The United Arab Emirates Labor Law regulates the process of hiring employees in Dubai. The employer is the one responsible for the procedure of hiring a foreign employee and the costs that come with this process.
The employer’s responsibilities in Dubai
Before a company in Dubai can hire foreign employees, it must obtain two types of documents – an establishment labor card and an establishment immigration card from the Ministry of Labor. The Labour Law sets forth the obligations of the employer in relation to the employees. The company that hires personnel must provide work contracts and offer benefits for the individuals. The company must also observe the requirements for the maximum work hours per week, vacation time and special benefits for certain types of employees, like those on maternity leave or those on sick leave.
Labour regulations in the UAE are governed by the UAE Labour Law – Federal Law No. 8 of 1980.
- Amendments include Federal Laws No. 24 of 1981, No. 15 of 1985 and No. 12 of 1986.
We, Zayed Bin Sultan Al Nahyan, President of the United Arab Emirates; After perusal of the provisions of the provisional Constitution; and Law No. 1 of 1972 regarding the competence of Ministries, powers of Ministers and Laws bringing amendments thereto; and in accordance with the proposal of the Minister of Labour and Social Affairs; the approval of the Council of Minsters and the Federal National Council as ratified by the Federal Supreme Council, decree as follows…
Here is the first part of the law.
Federal Labour Law Number 8 covers most of the essential rules and regulations you need to know with respect to salaries, termination, gratuity etc. It is (or was) available in English online at the UAE Ministry of Labour (MOL) website and in bookshops, and is worth familiarising yourself with.
You will probably hear many people complain that the employment contract is not worth the paper it’s written on. Certainly there are people who’ve had an unpleasant job experience somewhere where things did not seem to go according to what they understood from their contract. Or worse. To minimise the risk of problems, keep in mind the following points.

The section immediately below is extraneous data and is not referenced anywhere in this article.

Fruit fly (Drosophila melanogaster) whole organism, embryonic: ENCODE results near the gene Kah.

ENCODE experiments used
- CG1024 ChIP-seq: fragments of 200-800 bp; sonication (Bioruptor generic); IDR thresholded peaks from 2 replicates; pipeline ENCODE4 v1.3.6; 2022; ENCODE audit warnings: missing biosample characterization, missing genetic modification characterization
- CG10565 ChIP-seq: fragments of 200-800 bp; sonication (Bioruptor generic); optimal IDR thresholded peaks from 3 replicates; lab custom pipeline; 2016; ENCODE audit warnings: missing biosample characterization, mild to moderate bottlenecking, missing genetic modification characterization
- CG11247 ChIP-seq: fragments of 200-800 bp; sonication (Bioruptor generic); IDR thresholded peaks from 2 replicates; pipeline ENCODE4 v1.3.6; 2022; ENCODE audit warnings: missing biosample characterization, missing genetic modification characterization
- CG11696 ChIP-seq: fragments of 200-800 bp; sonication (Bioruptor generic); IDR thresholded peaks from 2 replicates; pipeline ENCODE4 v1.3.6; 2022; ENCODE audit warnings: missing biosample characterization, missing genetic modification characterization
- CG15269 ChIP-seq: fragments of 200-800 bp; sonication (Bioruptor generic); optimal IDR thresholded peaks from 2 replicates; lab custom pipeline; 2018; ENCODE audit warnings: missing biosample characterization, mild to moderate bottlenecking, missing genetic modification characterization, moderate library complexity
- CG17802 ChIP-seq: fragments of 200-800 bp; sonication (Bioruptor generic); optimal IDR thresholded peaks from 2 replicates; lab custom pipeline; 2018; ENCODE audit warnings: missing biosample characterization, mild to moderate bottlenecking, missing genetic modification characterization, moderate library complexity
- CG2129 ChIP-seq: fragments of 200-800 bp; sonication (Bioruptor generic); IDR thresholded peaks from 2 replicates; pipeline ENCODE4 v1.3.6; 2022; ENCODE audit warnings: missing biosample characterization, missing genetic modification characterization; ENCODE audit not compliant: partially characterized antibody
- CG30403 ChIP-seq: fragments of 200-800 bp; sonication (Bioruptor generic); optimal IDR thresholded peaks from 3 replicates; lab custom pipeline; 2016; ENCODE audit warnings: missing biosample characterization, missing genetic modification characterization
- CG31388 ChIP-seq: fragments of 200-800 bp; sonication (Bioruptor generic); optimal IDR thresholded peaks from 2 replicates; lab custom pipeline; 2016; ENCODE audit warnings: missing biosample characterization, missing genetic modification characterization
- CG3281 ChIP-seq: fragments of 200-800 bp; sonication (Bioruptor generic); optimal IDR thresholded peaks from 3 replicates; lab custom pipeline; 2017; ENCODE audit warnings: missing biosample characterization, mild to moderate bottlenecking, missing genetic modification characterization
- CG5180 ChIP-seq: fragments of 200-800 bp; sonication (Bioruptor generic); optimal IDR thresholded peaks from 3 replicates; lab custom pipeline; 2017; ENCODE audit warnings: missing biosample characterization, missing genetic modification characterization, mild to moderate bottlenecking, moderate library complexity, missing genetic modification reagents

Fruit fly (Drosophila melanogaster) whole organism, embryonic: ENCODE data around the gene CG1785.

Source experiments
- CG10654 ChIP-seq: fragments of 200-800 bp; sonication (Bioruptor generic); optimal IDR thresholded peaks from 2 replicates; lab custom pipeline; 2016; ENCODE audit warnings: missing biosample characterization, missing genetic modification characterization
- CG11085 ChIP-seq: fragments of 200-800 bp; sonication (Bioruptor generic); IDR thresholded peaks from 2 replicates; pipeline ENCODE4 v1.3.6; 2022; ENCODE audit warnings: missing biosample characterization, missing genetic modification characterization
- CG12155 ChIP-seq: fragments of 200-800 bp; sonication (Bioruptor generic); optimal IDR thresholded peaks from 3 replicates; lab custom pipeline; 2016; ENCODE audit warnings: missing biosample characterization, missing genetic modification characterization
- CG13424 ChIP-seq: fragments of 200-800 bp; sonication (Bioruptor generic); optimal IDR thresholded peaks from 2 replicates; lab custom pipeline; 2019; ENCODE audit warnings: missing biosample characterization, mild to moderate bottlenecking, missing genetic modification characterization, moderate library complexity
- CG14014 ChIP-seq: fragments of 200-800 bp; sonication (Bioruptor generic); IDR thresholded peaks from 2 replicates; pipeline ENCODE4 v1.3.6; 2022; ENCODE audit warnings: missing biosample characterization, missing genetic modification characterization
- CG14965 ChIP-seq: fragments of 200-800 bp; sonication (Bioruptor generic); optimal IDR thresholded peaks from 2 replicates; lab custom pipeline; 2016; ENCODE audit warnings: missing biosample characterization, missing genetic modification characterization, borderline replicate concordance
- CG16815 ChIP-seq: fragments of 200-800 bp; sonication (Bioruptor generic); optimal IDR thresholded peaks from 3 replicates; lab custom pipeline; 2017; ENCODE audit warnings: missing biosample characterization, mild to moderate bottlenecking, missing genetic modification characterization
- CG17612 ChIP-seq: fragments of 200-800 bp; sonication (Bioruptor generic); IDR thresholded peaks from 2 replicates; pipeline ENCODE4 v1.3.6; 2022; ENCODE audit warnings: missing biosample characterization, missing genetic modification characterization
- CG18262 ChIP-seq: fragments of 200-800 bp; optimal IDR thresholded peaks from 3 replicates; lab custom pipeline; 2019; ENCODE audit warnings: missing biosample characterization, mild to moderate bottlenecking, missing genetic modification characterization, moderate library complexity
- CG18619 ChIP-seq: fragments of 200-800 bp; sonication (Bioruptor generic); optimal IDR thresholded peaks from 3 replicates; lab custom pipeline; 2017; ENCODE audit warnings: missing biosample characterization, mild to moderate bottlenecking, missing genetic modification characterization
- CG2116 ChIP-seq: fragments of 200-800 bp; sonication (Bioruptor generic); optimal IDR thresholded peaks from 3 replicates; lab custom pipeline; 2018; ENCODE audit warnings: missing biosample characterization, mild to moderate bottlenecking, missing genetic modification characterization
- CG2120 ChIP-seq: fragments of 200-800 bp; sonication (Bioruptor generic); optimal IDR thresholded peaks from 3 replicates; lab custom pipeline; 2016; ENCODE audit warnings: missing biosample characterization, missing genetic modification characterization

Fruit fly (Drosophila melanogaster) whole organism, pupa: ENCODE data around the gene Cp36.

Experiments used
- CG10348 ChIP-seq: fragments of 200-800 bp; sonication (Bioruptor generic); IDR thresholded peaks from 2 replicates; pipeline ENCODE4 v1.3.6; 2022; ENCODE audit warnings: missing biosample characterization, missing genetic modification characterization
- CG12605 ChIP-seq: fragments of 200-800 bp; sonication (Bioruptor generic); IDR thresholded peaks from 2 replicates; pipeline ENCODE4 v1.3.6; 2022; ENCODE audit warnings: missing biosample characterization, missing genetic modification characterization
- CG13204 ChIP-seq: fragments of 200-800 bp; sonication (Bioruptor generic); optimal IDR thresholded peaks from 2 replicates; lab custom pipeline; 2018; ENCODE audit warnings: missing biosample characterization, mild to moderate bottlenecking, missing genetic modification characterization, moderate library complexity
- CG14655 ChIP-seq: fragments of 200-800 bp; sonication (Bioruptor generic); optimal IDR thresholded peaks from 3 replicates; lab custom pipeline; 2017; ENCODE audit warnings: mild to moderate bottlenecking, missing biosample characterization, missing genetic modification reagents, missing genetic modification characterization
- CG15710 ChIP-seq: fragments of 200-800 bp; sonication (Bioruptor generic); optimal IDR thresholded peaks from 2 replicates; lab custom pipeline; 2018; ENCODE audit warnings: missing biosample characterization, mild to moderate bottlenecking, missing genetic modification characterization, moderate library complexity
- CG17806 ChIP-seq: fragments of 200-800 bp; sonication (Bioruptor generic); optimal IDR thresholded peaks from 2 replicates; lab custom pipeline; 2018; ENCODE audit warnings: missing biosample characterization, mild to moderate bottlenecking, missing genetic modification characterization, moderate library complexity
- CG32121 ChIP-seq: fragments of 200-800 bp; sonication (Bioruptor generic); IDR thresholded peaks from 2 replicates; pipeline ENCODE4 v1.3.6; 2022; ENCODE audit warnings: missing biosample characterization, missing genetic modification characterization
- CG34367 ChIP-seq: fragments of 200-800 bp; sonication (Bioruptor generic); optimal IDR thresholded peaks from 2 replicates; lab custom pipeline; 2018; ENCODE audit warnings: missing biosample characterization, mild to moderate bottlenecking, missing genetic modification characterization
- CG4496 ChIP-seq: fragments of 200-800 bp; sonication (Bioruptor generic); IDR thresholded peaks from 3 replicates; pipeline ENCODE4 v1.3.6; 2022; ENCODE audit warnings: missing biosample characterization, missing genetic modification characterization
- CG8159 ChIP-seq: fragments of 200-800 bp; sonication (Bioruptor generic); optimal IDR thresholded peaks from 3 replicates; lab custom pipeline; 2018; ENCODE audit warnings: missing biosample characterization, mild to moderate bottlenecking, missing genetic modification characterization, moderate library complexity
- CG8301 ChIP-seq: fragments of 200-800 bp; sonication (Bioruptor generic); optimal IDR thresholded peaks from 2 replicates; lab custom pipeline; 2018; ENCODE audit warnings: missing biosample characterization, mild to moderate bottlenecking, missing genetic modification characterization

- Legally, only the Arabic version of a contract is valid in the UAE.
- Having a written contract is at least something. A verbal contract is worth much less.
- You should read your contract carefully before accepting a position and resolve any questions or issues before signing it. Make sure you have a written copy of any changes negotiated, or a revised contract. That’s important. If an issue is unresolved before signing a contract, expect it to stay that way no matter what you are told.
- You should be given an English version. Consider carefully the implications of what you are doing if you sign a contract in Arabic without understanding it.
- Alarm bells should go off if a company will not send you a copy of the contract before you arrive, or they ask you to sign what appears to be a different contract when you do arrive.
- If you do have a problem with your employer and want a legal opinion, there are many lawyers available (who charge a fee of course). See a list of possible lawyers in UAE to try.
- It is possible that you end up in a situation where it is difficult to resolve things even if the law is apparently on your side. You can expect that the one with the most wasta (influence, power) will win, in which case, put your tail between your legs and hope the door doesn’t hit you on your way out.
- Your embassy might be able to help by providing you a list of lawyers to contact.